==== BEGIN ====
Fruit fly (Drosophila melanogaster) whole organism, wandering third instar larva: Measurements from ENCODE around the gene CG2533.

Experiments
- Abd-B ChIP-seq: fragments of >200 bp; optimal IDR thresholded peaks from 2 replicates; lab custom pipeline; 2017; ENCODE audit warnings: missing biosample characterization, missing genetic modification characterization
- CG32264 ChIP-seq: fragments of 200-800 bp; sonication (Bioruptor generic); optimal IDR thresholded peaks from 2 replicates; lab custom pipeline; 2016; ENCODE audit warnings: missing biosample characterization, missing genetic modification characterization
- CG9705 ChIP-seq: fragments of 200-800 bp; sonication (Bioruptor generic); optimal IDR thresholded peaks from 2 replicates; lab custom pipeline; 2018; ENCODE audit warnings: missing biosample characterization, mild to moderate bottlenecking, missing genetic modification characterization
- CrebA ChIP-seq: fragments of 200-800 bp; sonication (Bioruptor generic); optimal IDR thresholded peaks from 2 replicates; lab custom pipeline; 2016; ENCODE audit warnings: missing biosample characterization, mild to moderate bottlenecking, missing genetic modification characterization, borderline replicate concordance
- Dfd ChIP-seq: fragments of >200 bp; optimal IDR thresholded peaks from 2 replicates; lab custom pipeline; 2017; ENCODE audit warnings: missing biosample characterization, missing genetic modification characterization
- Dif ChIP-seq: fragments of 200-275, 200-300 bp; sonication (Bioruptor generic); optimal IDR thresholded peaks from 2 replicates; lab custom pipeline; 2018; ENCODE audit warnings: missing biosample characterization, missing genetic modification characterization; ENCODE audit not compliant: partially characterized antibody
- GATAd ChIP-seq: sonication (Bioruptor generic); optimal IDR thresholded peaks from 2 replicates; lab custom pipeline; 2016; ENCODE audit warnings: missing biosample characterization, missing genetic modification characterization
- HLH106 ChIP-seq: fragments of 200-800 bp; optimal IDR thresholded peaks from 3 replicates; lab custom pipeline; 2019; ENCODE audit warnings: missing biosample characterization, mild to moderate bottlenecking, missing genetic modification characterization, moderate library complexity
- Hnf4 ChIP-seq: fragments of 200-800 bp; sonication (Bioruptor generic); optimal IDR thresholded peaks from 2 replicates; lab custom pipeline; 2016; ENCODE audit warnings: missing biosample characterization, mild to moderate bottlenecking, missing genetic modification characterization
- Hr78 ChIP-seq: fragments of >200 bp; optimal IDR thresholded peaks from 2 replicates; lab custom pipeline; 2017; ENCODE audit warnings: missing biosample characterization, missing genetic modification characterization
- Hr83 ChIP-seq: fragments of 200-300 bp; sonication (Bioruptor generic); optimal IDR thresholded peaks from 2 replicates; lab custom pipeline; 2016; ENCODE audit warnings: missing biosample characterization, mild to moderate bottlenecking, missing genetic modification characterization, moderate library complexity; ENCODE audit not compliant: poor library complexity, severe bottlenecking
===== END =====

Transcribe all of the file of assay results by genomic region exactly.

Fruit fly (Drosophila melanogaster) whole organism, wandering third instar larva: Measurements from ENCODE around the gene CG2533.

Experiments
- Abd-B ChIP-seq: fragments of >200 bp; optimal IDR thresholded peaks from 2 replicates; lab custom pipeline; 2017; ENCODE audit warnings: missing biosample characterization, missing genetic modification characterization
- CG32264 ChIP-seq: fragments of 200-800 bp; sonication (Bioruptor generic); optimal IDR thresholded peaks from 2 replicates; lab custom pipeline; 2016; ENCODE audit warnings: missing biosample characterization, missing genetic modification characterization
- CG9705 ChIP-seq: fragments of 200-800 bp; sonication (Bioruptor generic); optimal IDR thresholded peaks from 2 replicates; lab custom pipeline; 2018; ENCODE audit warnings: missing biosample characterization, mild to moderate bottlenecking, missing genetic modification characterization
- CrebA ChIP-seq: fragments of 200-800 bp; sonication (Bioruptor generic); optimal IDR thresholded peaks from 2 replicates; lab custom pipeline; 2016; ENCODE audit warnings: missing biosample characterization, mild to moderate bottlenecking, missing genetic modification characterization, borderline replicate concordance
- Dfd ChIP-seq: fragments of >200 bp; optimal IDR thresholded peaks from 2 replicates; lab custom pipeline; 2017; ENCODE audit warnings: missing biosample characterization, missing genetic modification characterization
- Dif ChIP-seq: fragments of 200-275, 200-300 bp; sonication (Bioruptor generic); optimal IDR thresholded peaks from 2 replicates; lab custom pipeline; 2018; ENCODE audit warnings: missing biosample characterization, missing genetic modification characterization; ENCODE audit not compliant: partially characterized antibody
- GATAd ChIP-seq: sonication (Bioruptor generic); optimal IDR thresholded peaks from 2 replicates; lab custom pipeline; 2016; ENCODE audit warnings: missing biosample characterization, missing genetic modification characterization
- HLH106 ChIP-seq: fragments of 200-800 bp; optimal IDR thresholded peaks from 3 replicates; lab custom pipeline; 2019; ENCODE audit warnings: missing biosample characterization, mild to moderate bottlenecking, missing genetic modification characterization, moderate library complexity
- Hnf4 ChIP-seq: fragments of 200-800 bp; sonication (Bioruptor generic); optimal IDR thresholded peaks from 2 replicates; lab custom pipeline; 2016; ENCODE audit warnings: missing biosample characterization, mild to moderate bottlenecking, missing genetic modification characterization
- Hr78 ChIP-seq: fragments of >200 bp; optimal IDR thresholded peaks from 2 replicates; lab custom pipeline; 2017; ENCODE audit warnings: missing biosample characterization, missing genetic modification characterization
- Hr83 ChIP-seq: fragments of 200-300 bp; sonication (Bioruptor generic); optimal IDR thresholded peaks from 2 replicates; lab custom pipeline; 2016; ENCODE audit warnings: missing biosample characterization, mild to moderate bottlenecking, missing genetic modification characterization, moderate library complexity; ENCODE audit not compliant: poor library complexity, severe bottlenecking